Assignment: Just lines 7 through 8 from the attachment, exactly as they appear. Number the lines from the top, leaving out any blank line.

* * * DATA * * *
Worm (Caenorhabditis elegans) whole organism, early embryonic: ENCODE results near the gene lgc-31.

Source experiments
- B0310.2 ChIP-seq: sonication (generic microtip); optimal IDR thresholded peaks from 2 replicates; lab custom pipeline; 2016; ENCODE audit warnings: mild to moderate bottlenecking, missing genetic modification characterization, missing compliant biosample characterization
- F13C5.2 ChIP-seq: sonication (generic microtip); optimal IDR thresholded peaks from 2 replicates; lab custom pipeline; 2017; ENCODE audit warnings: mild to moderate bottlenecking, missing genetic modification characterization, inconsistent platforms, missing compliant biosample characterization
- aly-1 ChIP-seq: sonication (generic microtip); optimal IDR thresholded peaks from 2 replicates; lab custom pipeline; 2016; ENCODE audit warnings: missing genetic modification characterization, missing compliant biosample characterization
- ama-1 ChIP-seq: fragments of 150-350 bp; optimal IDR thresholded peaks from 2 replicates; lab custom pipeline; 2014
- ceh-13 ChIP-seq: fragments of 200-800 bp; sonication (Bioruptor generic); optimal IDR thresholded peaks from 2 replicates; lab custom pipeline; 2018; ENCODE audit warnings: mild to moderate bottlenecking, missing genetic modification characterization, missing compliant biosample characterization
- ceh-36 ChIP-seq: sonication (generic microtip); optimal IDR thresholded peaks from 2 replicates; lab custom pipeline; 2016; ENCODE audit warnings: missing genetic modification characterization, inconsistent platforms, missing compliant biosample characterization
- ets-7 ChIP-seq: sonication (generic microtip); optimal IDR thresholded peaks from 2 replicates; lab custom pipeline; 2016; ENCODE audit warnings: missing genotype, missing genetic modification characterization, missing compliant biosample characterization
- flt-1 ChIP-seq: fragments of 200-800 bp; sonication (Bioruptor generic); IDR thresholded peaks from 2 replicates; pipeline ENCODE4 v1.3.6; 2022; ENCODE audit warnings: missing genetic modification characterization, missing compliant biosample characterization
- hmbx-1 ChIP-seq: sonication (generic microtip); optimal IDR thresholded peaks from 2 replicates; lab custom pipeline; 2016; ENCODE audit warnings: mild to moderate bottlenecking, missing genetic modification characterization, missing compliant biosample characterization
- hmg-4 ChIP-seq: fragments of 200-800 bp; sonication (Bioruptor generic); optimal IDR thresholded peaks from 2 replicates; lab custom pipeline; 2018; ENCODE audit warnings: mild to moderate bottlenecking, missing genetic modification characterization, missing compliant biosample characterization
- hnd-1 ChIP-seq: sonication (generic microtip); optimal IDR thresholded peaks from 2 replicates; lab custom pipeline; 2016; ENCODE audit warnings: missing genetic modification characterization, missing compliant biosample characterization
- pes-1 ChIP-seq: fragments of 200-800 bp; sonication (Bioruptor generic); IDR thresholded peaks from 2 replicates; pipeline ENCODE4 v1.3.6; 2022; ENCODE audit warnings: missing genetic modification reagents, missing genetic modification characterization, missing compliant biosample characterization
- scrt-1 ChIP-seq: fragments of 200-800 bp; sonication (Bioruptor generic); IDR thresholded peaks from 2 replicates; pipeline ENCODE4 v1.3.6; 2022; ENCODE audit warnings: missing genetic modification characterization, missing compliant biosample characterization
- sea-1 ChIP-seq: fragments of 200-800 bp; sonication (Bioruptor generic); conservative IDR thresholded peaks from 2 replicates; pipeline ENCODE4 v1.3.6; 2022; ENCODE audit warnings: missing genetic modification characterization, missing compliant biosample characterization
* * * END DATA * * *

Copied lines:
- ceh-13 ChIP-seq: fragments of 200-800 bp; sonication (Bioruptor generic); optimal IDR thresholded peaks from 2 replicates; lab custom pipeline; 2018; ENCODE audit warnings: mild to moderate bottlenecking, missing genetic modification characterization, missing compliant biosample characterization
- ceh-36 ChIP-seq: sonication (generic microtip); optimal IDR thresholded peaks from 2 replicates; lab custom pipeline; 2016; ENCODE audit warnings: missing genetic modification characterization, inconsistent platforms, missing compliant biosample characterization